The so-called “Hobbit” human skeleton found in 2004 and heralded as a previously unknown human species was actually that of a normal human with Down syndrome, says a report out this week by an international team of scientists.
According to a statement from Penn State University, the team of researchers performed a rigorous and detailed analysis of the bones and the claims associated with them and determined that what scientists had hailed as Homo floresiensis, a previously unknown species of human, doesn’t represent a new species after all, but is actually the skeleton of a “developmentally abnormal” child.
Robert B. Eckhardt, professor of developmental genetics and evolution at Penn State, Maciej Henneberg, professor of anatomy and pathology at the University of Adelaide, and Kenneth Hsü, a Chinese geologist and paleoclimatologist, led the inquiry into the claims regarding Homo florensiensis. The skeletal specimen — known as LB1 — was found in Liang Bua cave on the Indonesian island of Flores.
“The skeletal sample from Liang Bua cave contains fragmentary remains of several individuals,” said Eckhardt. “LB1 has the only skull and thigh bones in the entire sample.”
In 2013, a group of scientists excitedly declared that LB1 heralded the discovery of “tiny people from Flores” who were not “diseased modern humans.”
“The new species of human stood approximately 3′ 6″ tall, giving it its nickname ‘The Hobbit,’” wrote researcher Caley Orr in a paper for the Journal of Human Evolution.
In two papers for the Proceedings of the National Academy of Sciences (PNAS), Eckhardt’s team attempted to debunk the idea that a separate species of human evolved on the Island of Flores.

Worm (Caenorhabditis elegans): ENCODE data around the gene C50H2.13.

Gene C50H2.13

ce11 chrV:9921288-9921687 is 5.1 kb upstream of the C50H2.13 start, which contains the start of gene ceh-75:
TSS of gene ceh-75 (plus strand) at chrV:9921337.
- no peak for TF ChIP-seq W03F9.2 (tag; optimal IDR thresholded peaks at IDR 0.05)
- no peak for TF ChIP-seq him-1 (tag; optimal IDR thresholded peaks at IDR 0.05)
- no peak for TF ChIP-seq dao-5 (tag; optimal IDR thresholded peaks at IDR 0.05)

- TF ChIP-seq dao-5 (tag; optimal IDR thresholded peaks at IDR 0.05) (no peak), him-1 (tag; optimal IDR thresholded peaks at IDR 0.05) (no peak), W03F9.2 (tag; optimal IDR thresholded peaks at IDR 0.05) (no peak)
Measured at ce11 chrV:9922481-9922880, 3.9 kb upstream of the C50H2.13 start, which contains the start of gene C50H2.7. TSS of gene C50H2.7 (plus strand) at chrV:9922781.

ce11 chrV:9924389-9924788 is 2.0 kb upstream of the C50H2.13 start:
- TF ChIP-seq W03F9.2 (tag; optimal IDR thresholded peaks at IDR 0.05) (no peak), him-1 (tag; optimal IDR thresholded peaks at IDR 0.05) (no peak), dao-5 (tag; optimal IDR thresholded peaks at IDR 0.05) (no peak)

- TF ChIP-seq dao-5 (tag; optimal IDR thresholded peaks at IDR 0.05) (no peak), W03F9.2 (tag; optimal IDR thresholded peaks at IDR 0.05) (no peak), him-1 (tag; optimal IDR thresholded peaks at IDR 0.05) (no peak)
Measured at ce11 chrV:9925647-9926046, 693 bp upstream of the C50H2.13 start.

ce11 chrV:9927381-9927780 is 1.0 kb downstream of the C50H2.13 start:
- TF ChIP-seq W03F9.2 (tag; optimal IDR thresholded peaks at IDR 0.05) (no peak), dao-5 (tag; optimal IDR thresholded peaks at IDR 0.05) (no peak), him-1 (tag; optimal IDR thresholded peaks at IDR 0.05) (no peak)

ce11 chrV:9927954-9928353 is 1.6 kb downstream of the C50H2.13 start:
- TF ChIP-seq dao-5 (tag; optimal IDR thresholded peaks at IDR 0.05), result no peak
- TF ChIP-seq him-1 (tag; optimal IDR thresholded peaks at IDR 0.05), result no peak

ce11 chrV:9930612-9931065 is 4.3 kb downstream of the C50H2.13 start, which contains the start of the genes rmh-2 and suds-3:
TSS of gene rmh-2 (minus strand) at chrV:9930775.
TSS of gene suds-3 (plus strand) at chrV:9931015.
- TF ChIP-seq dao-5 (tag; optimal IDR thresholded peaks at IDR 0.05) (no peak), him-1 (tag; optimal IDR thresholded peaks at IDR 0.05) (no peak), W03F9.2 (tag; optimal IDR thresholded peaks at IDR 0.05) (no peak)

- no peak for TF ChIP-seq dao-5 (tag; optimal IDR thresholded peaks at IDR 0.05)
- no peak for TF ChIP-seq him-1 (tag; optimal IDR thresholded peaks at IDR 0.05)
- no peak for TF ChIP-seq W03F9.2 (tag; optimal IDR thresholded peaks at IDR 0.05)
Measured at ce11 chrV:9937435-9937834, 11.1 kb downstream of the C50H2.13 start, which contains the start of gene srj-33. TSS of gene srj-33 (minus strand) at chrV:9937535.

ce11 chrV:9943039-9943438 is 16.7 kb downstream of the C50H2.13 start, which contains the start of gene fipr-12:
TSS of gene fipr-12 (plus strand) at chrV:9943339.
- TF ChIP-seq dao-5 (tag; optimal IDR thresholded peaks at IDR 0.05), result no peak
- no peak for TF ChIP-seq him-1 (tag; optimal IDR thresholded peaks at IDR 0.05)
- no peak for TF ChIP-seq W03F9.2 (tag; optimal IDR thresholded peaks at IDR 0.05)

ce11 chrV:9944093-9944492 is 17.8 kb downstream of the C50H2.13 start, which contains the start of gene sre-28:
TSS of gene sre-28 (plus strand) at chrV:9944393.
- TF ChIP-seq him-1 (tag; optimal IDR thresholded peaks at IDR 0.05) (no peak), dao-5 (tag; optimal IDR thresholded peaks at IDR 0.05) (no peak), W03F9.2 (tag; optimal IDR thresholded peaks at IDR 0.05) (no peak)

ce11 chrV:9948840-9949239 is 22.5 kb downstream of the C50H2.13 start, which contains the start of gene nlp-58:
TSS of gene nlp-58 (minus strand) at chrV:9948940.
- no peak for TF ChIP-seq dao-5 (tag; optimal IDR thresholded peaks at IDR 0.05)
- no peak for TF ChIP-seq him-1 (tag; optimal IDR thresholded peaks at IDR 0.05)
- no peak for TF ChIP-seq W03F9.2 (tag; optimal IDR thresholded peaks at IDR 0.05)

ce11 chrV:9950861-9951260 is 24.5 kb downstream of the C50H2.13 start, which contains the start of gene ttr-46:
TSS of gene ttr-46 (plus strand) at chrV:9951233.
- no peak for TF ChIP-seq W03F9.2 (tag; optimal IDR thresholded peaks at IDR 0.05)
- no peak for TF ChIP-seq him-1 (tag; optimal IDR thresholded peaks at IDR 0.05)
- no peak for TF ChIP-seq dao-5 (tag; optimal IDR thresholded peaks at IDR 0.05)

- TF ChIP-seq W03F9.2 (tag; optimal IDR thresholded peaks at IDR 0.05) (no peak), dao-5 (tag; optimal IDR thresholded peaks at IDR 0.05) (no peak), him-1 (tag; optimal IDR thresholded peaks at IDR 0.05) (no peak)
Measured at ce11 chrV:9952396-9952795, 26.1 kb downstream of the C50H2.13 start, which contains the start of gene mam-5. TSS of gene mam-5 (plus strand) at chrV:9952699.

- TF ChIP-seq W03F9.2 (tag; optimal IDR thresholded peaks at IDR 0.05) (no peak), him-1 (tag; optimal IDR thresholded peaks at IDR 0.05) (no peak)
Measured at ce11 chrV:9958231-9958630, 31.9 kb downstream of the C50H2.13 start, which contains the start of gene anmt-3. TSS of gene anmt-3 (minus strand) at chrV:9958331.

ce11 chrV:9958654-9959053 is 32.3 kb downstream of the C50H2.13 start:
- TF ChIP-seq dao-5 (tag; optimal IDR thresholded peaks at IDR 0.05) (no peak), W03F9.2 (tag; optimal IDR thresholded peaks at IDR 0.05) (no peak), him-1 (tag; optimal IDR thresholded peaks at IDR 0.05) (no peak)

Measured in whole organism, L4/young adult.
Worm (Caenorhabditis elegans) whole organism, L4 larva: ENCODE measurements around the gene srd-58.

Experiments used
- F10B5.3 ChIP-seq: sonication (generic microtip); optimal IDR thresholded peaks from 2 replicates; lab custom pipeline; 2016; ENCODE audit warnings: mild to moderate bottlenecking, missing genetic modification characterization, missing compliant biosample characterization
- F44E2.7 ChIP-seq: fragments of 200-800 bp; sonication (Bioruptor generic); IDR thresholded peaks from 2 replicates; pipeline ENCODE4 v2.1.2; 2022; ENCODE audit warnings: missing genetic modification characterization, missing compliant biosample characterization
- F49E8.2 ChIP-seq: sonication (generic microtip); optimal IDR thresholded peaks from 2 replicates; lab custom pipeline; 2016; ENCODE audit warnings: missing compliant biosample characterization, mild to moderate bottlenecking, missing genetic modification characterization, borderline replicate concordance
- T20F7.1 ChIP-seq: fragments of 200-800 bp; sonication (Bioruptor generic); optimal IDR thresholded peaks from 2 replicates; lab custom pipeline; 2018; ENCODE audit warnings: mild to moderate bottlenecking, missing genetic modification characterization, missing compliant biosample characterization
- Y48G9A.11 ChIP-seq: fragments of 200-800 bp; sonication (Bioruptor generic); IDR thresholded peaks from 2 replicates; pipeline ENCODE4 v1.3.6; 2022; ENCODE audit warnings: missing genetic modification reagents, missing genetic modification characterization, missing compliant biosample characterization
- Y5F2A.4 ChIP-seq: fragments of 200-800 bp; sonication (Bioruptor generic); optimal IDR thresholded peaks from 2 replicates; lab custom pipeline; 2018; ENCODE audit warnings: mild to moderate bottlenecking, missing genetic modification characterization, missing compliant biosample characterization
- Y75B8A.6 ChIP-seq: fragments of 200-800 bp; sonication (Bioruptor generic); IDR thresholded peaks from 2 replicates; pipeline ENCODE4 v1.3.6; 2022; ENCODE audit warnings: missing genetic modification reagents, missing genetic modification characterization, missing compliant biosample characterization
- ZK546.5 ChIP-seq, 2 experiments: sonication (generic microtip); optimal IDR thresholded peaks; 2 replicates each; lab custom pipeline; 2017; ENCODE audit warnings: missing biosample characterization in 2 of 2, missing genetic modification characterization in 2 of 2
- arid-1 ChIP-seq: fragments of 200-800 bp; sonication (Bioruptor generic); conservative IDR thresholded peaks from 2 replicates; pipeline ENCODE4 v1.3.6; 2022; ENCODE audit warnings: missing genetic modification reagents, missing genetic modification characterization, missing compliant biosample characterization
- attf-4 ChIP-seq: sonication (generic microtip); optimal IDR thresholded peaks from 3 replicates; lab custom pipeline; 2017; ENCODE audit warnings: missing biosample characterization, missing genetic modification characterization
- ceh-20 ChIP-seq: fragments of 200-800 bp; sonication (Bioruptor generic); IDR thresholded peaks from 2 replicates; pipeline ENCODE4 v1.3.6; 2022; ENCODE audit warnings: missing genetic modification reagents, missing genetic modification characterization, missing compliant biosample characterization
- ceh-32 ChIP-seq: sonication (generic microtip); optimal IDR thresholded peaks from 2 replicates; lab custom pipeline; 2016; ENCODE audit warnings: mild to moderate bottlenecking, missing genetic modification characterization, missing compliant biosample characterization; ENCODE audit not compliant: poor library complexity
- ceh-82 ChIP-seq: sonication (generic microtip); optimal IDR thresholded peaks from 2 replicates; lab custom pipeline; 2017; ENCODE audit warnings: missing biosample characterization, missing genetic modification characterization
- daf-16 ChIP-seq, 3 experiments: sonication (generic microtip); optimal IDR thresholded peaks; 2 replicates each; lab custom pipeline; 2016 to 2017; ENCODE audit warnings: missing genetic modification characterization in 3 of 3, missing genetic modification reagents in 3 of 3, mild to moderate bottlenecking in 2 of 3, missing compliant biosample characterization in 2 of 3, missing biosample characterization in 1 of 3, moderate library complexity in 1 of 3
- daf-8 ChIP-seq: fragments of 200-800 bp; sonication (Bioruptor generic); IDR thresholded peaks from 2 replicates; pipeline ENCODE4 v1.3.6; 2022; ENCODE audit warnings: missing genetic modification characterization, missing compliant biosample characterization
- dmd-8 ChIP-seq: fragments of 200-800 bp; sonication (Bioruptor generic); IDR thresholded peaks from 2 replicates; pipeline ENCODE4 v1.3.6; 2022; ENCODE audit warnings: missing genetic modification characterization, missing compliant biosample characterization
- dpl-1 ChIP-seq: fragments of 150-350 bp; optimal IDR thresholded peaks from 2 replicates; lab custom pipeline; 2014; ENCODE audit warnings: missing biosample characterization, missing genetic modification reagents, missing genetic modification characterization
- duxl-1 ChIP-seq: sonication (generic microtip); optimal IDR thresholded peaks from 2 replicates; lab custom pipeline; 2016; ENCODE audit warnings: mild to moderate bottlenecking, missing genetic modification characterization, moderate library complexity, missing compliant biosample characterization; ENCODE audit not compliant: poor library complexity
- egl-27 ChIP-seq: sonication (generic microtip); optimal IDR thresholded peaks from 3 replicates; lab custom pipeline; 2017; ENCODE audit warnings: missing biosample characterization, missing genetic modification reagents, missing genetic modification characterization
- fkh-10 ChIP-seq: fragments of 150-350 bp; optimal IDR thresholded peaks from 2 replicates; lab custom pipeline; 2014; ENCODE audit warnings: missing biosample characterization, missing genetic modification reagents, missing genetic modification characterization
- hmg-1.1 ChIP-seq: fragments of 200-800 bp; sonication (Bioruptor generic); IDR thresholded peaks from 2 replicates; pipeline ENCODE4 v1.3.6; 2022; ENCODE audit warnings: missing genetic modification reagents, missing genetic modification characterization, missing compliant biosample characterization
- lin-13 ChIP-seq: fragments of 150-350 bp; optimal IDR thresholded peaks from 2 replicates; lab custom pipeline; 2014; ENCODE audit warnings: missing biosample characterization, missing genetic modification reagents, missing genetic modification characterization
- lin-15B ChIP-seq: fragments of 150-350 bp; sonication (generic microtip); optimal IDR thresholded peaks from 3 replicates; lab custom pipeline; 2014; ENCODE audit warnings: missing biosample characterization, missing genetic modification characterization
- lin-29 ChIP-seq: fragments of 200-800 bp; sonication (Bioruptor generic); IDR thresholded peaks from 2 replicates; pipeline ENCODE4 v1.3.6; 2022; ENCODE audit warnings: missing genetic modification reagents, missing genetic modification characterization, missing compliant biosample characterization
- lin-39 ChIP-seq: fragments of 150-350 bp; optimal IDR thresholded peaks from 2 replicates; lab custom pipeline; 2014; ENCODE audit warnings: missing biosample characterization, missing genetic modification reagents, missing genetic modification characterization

The pro-Homo florensiensis contingent said that the dwarf species had “a cranial volume reported as only 380 milliliters (23.2 cubic inches), suggesting a brain less than one third the size of an average modern human’s and short thigh bones, which were used to reconstruct a creature standing 1.06 meters (about 3.5 feet tall).”
Eckhardt’s team said that that initial estimates of cranial volume and physical stature were “markedly lower than any later attempts to confirm them.”
“The difference is significant, and the revised figure falls in the range predicted for a modern human with Down syndrome from the same geographic region,” said Eckhardt.
The traits found in the LB1 skeleton, he said, are unusual, yes, but “unusual does not equal unique. The originally reported traits are not so rare as to have required the invention of a new hominin species.”
“When we first saw these bones, several of us immediately spotted a developmental disturbance,” Eckhardt explained, “but we did not assign a specific diagnosis because the bones were so fragmentary. Over the years, several lines of evidence have converged on Down syndrome.”
His team’s work, Eckhardt said, “is not presented in the form of a fanciful story, but to test a hypothesis: Are the skeletons from Liang Bua cave sufficiently unusual to require invention of a new human species?”
The team concluded that “they are not. The less strained explanation is a developmental disorder. Here the signs point rather clearly to Down syndrome, which occurs in more than one per thousand human births around the world.”